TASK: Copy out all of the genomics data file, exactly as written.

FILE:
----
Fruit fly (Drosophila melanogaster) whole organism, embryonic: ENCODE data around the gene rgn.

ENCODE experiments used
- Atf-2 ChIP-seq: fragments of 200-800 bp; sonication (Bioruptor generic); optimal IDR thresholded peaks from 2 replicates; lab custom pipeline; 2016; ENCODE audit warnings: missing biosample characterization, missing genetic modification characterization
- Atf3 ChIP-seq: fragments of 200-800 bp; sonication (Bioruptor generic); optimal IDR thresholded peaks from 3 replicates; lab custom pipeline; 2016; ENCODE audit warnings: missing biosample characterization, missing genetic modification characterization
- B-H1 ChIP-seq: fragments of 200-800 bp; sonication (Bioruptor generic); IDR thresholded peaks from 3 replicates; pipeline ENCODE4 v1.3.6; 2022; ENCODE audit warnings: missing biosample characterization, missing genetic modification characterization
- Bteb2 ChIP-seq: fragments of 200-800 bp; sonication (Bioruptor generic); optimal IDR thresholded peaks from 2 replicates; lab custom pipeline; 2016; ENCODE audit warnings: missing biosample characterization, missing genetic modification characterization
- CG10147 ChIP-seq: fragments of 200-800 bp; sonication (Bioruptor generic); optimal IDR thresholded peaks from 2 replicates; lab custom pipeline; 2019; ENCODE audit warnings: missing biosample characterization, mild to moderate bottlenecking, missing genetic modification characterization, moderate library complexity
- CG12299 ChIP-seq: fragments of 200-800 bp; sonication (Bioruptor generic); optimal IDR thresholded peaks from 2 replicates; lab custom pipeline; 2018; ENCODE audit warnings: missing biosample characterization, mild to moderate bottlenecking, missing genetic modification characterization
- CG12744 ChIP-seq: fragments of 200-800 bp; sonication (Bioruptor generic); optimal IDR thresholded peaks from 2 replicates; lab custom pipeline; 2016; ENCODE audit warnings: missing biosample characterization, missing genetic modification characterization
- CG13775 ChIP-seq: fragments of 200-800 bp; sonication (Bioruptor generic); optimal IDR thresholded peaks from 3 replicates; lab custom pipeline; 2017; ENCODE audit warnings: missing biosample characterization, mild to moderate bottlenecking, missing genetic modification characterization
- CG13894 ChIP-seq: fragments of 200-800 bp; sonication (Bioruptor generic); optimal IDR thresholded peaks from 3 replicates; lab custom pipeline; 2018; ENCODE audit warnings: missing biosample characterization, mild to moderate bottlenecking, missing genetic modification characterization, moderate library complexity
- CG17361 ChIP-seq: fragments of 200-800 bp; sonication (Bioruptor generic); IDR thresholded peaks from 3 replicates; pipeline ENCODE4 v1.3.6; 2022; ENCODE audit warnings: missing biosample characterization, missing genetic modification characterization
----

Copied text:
Fruit fly (Drosophila melanogaster) whole organism, embryonic: ENCODE data around the gene rgn.

ENCODE experiments used
- Atf-2 ChIP-seq: fragments of 200-800 bp; sonication (Bioruptor generic); optimal IDR thresholded peaks from 2 replicates; lab custom pipeline; 2016; ENCODE audit warnings: missing biosample characterization, missing genetic modification characterization
- Atf3 ChIP-seq: fragments of 200-800 bp; sonication (Bioruptor generic); optimal IDR thresholded peaks from 3 replicates; lab custom pipeline; 2016; ENCODE audit warnings: missing biosample characterization, missing genetic modification characterization
- B-H1 ChIP-seq: fragments of 200-800 bp; sonication (Bioruptor generic); IDR thresholded peaks from 3 replicates; pipeline ENCODE4 v1.3.6; 2022; ENCODE audit warnings: missing biosample characterization, missing genetic modification characterization
- Bteb2 ChIP-seq: fragments of 200-800 bp; sonication (Bioruptor generic); optimal IDR thresholded peaks from 2 replicates; lab custom pipeline; 2016; ENCODE audit warnings: missing biosample characterization, missing genetic modification characterization
- CG10147 ChIP-seq: fragments of 200-800 bp; sonication (Bioruptor generic); optimal IDR thresholded peaks from 2 replicates; lab custom pipeline; 2019; ENCODE audit warnings: missing biosample characterization, mild to moderate bottlenecking, missing genetic modification characterization, moderate library complexity
- CG12299 ChIP-seq: fragments of 200-800 bp; sonication (Bioruptor generic); optimal IDR thresholded peaks from 2 replicates; lab custom pipeline; 2018; ENCODE audit warnings: missing biosample characterization, mild to moderate bottlenecking, missing genetic modification characterization
- CG12744 ChIP-seq: fragments of 200-800 bp; sonication (Bioruptor generic); optimal IDR thresholded peaks from 2 replicates; lab custom pipeline; 2016; ENCODE audit warnings: missing biosample characterization, missing genetic modification characterization
- CG13775 ChIP-seq: fragments of 200-800 bp; sonication (Bioruptor generic); optimal IDR thresholded peaks from 3 replicates; lab custom pipeline; 2017; ENCODE audit warnings: missing biosample characterization, mild to moderate bottlenecking, missing genetic modification characterization
- CG13894 ChIP-seq: fragments of 200-800 bp; sonication (Bioruptor generic); optimal IDR thresholded peaks from 3 replicates; lab custom pipeline; 2018; ENCODE audit warnings: missing biosample characterization, mild to moderate bottlenecking, missing genetic modification characterization, moderate library complexity
- CG17361 ChIP-seq: fragments of 200-800 bp; sonication (Bioruptor generic); IDR thresholded peaks from 3 replicates; pipeline ENCODE4 v1.3.6; 2022; ENCODE audit warnings: missing biosample characterization, missing genetic modification characterization